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China's leadership is promoting global green finance by using its political will, a top British expert says.

"China is emerging as a global force in many areas,

including geopolitical," says Roger Gifford, chairman of the Green Finance Initiative, part of City of London Corp. "As climate change is such a global concern, it's an excellent area for China to exercise leadership in, and an area that is almost uncontroversial."

Gifford is a longtime champion of green finance, having made it a key issue in his previous roles as the UK head of SEB, the Swedish finance group, and as lord mayor of the City of London, a post he held in 2013.

When he visited Beijing in September 2013, he proposed to the Beijing government that is issue green bonds to finance clean-energy projects.

"I believe I was the first person to make the suggestion that the city issue green bonds to help clean up the city and provide cleaner energy," he says. "At the time, he (the mayor) thought it was an interesting concept but perhaps didn't know much about it. Since then, the amount of initiatives taken by the Chinese government to understand green finance has greatly grown."

Although local governments in China are yet to issue green bonds, the idea is much more understood, thanks largely to regulatory changes that allow authorities to fund infrastructure projects by issuing bonds.

"Chinese governments should be encouraged to look at this closely, as they have tight budgets and need money for clean-energy projects," Gifford says.

City of London Corp governs the British capital's financial center, the so-called Square Mile. London's diverse and vast investor base made it an attractive city for the Chinese central bank to issue its first offshore renminbi bond.

Gifford says he expects the Chinese central bank will work closely with the Green Finance Initiative, which was set up this year, and together can facilitate long-term discussions on many green finance items raised as a part of the G20 dialogue. China will assume the presidency of the G20 this year.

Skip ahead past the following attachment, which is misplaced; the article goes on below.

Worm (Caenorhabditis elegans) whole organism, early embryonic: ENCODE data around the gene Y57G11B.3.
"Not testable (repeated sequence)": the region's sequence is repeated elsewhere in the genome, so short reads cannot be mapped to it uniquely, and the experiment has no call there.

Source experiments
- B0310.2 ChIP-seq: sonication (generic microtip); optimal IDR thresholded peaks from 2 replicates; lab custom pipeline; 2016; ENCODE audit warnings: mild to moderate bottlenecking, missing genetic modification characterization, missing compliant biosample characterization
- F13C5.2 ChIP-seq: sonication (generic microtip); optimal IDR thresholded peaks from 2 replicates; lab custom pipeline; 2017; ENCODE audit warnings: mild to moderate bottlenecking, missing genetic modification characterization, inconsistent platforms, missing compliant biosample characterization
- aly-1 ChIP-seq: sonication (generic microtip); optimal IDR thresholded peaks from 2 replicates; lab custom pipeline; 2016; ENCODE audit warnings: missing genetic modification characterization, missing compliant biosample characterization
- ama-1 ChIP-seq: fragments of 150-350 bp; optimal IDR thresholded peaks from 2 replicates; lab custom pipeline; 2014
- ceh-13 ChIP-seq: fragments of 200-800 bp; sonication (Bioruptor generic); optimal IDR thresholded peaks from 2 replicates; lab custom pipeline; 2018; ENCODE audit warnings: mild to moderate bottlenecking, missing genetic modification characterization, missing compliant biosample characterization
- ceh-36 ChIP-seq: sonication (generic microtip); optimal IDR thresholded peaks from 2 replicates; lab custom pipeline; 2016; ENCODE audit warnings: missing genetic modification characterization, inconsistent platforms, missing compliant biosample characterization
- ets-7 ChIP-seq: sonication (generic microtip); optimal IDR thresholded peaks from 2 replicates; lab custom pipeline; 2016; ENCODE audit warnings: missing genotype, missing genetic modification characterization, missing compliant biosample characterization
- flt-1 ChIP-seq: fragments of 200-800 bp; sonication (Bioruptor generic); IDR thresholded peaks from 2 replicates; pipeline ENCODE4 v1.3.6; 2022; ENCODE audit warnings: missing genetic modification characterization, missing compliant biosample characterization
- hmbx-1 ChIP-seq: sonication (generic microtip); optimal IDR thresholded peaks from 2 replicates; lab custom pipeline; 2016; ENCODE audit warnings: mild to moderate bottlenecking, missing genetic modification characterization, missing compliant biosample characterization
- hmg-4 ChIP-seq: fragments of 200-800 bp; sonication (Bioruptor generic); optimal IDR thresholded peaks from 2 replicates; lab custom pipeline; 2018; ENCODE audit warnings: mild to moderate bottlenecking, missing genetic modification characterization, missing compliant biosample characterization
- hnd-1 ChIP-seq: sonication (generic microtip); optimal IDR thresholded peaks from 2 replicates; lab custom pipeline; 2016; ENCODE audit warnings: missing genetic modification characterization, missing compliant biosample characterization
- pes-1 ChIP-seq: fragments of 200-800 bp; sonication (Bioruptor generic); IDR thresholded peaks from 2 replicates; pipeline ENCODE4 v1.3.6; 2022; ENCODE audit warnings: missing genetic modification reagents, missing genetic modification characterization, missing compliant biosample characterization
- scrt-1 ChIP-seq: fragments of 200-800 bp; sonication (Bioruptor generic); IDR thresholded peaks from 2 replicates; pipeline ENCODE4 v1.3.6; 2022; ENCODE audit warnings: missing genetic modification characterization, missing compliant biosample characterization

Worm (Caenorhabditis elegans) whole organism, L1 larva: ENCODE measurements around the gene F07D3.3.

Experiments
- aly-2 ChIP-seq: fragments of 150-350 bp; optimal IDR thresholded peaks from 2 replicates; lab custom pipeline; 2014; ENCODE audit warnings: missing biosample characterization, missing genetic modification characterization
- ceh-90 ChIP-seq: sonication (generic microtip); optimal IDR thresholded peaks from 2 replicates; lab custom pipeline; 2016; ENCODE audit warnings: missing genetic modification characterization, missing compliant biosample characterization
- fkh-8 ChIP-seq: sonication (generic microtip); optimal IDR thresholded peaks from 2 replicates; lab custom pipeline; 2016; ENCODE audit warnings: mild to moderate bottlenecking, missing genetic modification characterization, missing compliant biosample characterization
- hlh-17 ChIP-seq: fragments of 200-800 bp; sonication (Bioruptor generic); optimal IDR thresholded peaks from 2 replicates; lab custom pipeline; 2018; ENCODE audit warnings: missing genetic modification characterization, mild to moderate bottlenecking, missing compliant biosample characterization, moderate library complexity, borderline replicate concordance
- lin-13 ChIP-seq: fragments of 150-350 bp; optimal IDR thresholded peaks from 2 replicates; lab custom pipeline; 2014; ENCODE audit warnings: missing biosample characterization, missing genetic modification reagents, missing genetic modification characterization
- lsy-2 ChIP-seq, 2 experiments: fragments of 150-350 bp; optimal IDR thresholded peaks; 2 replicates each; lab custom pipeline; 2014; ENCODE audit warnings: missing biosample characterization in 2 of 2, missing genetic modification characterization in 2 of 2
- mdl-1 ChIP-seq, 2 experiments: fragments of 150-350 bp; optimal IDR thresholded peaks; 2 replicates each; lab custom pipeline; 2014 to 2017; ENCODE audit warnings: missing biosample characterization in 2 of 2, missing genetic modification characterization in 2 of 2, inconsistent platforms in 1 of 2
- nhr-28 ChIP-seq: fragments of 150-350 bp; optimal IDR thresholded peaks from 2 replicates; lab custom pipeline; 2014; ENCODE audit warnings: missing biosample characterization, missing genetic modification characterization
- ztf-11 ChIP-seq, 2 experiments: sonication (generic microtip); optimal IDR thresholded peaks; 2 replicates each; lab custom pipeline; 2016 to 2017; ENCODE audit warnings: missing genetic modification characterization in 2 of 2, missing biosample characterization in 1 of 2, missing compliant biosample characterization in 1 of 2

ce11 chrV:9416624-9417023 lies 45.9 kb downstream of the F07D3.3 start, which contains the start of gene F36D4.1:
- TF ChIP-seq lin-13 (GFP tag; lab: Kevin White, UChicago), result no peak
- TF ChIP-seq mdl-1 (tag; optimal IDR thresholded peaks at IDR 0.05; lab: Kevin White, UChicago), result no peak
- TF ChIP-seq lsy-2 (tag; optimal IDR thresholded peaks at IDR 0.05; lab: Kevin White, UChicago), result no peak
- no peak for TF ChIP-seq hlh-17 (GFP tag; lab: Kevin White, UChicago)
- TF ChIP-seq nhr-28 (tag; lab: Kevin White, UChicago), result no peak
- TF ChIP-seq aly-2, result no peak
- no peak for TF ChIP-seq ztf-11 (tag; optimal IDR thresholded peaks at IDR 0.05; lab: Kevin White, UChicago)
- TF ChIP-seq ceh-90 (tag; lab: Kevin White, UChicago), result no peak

Importantly, China has led the establishment of a G20 green finance study group, co-chaired by the Chinese central bank and the Bank of England, which will present its findings in September.

"China has been extremely active in developing a domestic green finance market, and it's really positive that China is giving the subject a boost through its G20 leadership," Gifford says, adding that he considers the Chinese government to already be an authority on this subject.

China's strong leadership to augment the green finance agenda with a top-down approach is useful, in the same way that an agreement at the Paris climate talks to limit temperature increases to below 2 C was greatly helped by strong political leadership.

On a global level, the Paris agreement was significant in creating a consensus, he says. "Even two years ago we had scientists who weren't convinced that climate change is manmade, but now we have a consensus that, whatever the reasons, something must be done.

"China is well up on the curve on understanding how this needs to be translated into action."

Efforts to reform China's green finance industry are also significant for China's structural shift from growth powered by manufacturing to long-term, sustainable growth built on a knowledge economy, Gifford says.

"China knows it has huge infrastructure requirements that need to be financed. It knows the country needs more power and needs to reduce pollution in cities, which gives it an imperative to grow green finance. But there's also a growing belief that green finance really works."

(China Daily 03/04/2016 page30)